Father of modern Olympic spirit largely forgotten (Commentary)

August 5th, 2008 - 11:54 am ICT by IANS  

By Claude Arpi
The Beijing Olympics are almost here, but not many remember Pierre de Coubertin, the French baron who restored the Olympic Games in 1896. The spirit with which the ancient Games were revived and Coubertin’s objectives seem to belong to a bygone era, though remembering the first steps of Olympism is inspiring.

Coubertin was a man of exceptional talent; he was not only an organiser, a pedagogue, a historian, a sportsman, a writer, an aesthete, but also a visionary, a great humanist and a man of action.

Olympism was for him nothing else than the ‘religion of mankind’.

Born in a French aristocratic family in 1863, as a young man Coubertin decided to work in education, the only field where he thought he could bring about changes for the good of humanity.

Though Coubertin liked to call himself a ‘rebel’, he was first and foremost a pioneer much ahead of his time.

It is in the realm of sports that he thought to apply his educational concepts. Coubertin, himself an accomplished sportsman, saw a relation between sports and character formation; his main objective was to ‘build men’.

Very few believed in his revolutionary vision, but he decided nevertheless to start the process of restoring the ancient quadrennial Games. On June 23, 1894, he founded the International Olympic Committee (IOC) at a function at the Sorbonne University in Paris.

Though the first Olympics Games of modern era, held in Olympia in Greece in 1896, were a success, he was dissatisfied. In his Memoires Olympiques, he wrote in 1931: “In [Olympia], we had, so to say only sports techniques dressed in historical gowns; no congress, no conference, no moral preoccupation or apparent pedagogy.” In reviving the Games, he hoped to bring back the “intellectual, philosophical and moral” characteristics of the ancient Games.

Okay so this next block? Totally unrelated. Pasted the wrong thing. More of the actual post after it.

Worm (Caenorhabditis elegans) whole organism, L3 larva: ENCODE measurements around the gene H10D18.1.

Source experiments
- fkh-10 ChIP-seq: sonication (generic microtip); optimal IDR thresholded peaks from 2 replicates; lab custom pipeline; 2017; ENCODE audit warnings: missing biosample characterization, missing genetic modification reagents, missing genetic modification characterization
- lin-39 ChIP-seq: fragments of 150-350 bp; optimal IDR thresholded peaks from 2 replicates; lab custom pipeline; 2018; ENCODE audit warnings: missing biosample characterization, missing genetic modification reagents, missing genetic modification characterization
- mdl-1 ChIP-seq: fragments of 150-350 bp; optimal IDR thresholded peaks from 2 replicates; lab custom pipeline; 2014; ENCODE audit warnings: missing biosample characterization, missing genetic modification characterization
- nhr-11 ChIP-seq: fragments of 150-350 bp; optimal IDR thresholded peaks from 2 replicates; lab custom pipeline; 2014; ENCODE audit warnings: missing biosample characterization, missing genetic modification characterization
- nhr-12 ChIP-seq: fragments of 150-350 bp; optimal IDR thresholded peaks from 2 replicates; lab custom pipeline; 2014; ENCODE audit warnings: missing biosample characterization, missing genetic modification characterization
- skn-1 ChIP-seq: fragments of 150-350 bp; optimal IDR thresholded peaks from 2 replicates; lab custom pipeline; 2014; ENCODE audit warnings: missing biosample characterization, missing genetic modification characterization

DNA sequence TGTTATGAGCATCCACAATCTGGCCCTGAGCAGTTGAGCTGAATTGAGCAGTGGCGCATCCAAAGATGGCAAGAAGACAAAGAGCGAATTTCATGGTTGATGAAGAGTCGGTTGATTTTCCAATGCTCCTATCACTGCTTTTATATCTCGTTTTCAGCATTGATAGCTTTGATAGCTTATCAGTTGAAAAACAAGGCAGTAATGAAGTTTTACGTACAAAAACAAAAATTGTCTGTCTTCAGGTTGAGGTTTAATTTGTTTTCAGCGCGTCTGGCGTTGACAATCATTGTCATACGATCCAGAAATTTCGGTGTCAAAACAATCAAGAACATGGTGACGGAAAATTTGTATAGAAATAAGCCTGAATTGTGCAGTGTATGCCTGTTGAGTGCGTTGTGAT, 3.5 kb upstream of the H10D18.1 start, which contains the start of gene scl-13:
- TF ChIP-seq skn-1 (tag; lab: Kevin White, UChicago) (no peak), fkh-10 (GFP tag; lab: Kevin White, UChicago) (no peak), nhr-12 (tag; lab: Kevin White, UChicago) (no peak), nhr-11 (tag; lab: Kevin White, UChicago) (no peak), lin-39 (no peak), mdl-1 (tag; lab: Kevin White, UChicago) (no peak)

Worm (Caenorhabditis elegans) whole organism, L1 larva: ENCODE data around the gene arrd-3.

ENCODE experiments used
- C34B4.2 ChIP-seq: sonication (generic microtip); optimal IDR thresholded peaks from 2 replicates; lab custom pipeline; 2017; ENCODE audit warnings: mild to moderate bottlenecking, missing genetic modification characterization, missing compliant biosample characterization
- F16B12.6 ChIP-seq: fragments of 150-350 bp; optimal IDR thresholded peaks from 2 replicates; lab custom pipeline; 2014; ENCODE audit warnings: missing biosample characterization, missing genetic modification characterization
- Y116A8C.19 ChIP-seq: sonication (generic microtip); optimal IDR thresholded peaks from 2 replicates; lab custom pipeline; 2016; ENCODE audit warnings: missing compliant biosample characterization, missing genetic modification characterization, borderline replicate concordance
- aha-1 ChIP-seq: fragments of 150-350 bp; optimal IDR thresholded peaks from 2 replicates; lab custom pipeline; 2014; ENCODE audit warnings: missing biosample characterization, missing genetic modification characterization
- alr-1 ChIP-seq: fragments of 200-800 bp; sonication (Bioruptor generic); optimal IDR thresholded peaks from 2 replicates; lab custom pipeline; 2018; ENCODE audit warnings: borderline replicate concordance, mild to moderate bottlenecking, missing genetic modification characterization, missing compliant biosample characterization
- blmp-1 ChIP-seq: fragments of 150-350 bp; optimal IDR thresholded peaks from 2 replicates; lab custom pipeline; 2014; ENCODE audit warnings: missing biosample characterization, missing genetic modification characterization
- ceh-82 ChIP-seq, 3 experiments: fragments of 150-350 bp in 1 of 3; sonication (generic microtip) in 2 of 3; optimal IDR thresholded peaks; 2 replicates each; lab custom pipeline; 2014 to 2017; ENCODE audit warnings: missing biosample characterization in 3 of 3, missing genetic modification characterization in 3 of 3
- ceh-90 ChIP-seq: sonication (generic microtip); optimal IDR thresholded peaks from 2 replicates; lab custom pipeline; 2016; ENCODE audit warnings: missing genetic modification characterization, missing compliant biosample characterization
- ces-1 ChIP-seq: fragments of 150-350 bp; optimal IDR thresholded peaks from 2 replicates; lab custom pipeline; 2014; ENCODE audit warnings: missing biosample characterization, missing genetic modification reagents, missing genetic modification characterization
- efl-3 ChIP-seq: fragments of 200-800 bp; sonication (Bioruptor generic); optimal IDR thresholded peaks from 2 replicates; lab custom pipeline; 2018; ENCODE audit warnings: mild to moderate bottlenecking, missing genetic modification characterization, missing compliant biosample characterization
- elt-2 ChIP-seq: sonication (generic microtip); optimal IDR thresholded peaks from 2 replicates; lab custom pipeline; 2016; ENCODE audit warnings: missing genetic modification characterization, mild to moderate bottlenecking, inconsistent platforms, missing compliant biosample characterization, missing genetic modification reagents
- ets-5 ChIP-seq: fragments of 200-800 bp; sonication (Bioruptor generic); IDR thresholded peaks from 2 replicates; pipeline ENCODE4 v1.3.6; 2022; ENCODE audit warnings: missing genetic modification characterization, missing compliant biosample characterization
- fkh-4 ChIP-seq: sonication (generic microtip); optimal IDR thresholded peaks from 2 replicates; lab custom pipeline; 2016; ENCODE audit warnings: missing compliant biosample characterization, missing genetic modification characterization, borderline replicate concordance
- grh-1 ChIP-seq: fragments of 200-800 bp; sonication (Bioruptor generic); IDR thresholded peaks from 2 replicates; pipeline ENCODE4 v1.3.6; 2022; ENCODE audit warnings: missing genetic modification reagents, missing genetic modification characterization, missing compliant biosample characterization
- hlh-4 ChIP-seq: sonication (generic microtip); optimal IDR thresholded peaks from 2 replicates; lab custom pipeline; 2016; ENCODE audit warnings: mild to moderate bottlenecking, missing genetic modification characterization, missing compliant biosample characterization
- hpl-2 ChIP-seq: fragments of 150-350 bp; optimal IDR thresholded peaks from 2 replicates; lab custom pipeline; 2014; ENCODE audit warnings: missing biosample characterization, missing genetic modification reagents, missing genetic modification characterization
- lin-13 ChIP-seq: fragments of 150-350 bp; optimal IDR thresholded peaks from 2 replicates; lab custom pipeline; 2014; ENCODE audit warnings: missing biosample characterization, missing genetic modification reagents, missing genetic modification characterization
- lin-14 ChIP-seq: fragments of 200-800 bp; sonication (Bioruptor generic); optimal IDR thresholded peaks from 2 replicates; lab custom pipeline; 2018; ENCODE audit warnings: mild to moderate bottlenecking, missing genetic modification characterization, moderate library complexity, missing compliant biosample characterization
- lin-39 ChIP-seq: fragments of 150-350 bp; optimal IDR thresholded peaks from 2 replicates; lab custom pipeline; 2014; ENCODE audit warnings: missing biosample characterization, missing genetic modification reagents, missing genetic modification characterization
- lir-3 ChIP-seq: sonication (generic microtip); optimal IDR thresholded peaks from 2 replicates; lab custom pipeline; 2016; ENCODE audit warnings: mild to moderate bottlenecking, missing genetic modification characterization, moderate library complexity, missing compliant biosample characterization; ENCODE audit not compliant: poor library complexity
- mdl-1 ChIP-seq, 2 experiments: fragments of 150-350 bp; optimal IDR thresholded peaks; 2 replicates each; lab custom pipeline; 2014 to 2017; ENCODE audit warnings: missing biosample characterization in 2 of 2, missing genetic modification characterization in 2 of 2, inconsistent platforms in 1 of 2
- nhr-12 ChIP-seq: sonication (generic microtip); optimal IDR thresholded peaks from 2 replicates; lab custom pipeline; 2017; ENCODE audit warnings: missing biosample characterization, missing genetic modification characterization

To fulfil his objective, Coubertin decided to organise the first Olympic Congress at Le Havre in France in 1897. How to produce men ‘morally, intellectually and physically robust’? He believed that it was essential to develop the character of men and not to break it, as happened in many schools of that time (and today’s).

During the Congress, Henri Didon, his friend and collaborator, made it clear that their objective was to build beings independent in their thinking and strong in their body. “There is more glory to train a free man, with his own personal initiative than a hundred docile men, incapable to assume any responsibility.”

This Congress marked the infant steps of the Olympic movement. The ideals preached by Coubertin were similar to the ones of Ancient Greece; body, mind and spirit should be developed simultaneously to produce complete beings. The purpose of education in ancient India was not different.

Coubertin’s interpretation of the Olympic motto, Fortius, Citius, Altius, is fascinating. Fortius (stronger) referred to the field of sport. The body had to be trained by repeated exercises to become healthier and stronger.

Citius (swifter) was connected with literary and scientific studies and the domain of the mind in general which had to be constantly educated like the body.

Altius (higher) had a deeper meaning connected with the sacred, with the soul or God, whatever name one calls it. All three levels had their importance; in common was the centrality of the ‘effort’ to reach the determined goal.

According to the spirit which presided over the restoration of the Olympic Games, ‘perfection’ was not the ultimate objective, the ‘effort’ to attain this goal was more significant. We all know the Olympic Creed: “The most important thing in the Olympic Games is not to win but to take part, just as the most important thing in life is not the triumph but the struggle. The essential thing is not to have conquered but to have fought well.”

The knowledge and mastery of oneself, generosity and respect for others and an enthusiasm for the ‘effort’ was essential not only on the sports ground or in class, but in life as well.

In education, Coubertin believed that sports should have as much importance as science, literature and arts. Sports had the capacity to stimulate the thought process and concentration.

Can we hope that these values will be remembered during the XXIXth Olympiad in Beijing?

(Claude Arpi can be contacted at claude@auroville.org.in)

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